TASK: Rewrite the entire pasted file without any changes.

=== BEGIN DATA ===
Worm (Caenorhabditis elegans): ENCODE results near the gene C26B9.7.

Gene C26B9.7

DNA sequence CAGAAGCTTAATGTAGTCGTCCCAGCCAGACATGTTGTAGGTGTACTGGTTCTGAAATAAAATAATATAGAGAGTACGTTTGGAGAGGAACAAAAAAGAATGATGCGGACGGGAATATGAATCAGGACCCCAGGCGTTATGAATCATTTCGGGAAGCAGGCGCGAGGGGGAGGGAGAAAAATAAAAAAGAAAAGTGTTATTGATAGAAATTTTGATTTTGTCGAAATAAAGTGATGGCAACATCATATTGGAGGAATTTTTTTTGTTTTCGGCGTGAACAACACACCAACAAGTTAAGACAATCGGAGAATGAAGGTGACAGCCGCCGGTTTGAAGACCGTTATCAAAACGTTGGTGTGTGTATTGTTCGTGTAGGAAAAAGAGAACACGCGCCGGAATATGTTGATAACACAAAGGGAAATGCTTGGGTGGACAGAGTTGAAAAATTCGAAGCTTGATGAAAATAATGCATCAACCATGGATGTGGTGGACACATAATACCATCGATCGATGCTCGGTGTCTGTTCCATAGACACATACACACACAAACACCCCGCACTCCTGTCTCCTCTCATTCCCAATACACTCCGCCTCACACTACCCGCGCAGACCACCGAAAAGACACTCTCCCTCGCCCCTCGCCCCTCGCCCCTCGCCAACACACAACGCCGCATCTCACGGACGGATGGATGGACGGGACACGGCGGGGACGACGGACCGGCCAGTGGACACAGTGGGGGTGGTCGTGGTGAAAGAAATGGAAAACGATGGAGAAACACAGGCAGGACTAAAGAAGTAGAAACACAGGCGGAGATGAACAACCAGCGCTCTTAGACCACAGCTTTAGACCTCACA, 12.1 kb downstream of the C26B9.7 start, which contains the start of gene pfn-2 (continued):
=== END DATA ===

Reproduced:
Worm (Caenorhabditis elegans): ENCODE results near the gene C26B9.7.

Gene C26B9.7

DNA sequence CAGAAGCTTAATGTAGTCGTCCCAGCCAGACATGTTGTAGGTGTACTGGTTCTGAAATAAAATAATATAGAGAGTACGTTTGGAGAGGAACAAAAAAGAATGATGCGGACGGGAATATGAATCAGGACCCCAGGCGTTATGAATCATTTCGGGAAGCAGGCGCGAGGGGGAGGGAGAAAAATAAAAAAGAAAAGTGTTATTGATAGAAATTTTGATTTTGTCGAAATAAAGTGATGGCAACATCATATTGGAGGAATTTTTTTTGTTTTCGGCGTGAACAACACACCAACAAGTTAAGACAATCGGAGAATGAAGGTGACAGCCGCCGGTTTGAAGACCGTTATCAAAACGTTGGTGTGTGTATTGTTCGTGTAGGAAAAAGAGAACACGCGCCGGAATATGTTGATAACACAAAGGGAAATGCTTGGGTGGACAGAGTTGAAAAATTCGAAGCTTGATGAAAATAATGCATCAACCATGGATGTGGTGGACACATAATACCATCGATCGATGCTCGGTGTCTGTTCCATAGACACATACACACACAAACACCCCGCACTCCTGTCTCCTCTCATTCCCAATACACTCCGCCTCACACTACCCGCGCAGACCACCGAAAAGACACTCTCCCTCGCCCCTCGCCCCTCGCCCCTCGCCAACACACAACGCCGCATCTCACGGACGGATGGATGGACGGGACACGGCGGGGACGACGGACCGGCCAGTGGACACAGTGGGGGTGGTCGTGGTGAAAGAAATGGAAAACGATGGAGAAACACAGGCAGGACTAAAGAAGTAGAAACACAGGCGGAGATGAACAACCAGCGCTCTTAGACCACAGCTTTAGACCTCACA, 12.1 kb downstream of the C26B9.7 start, which contains the start of gene pfn-2 (continued):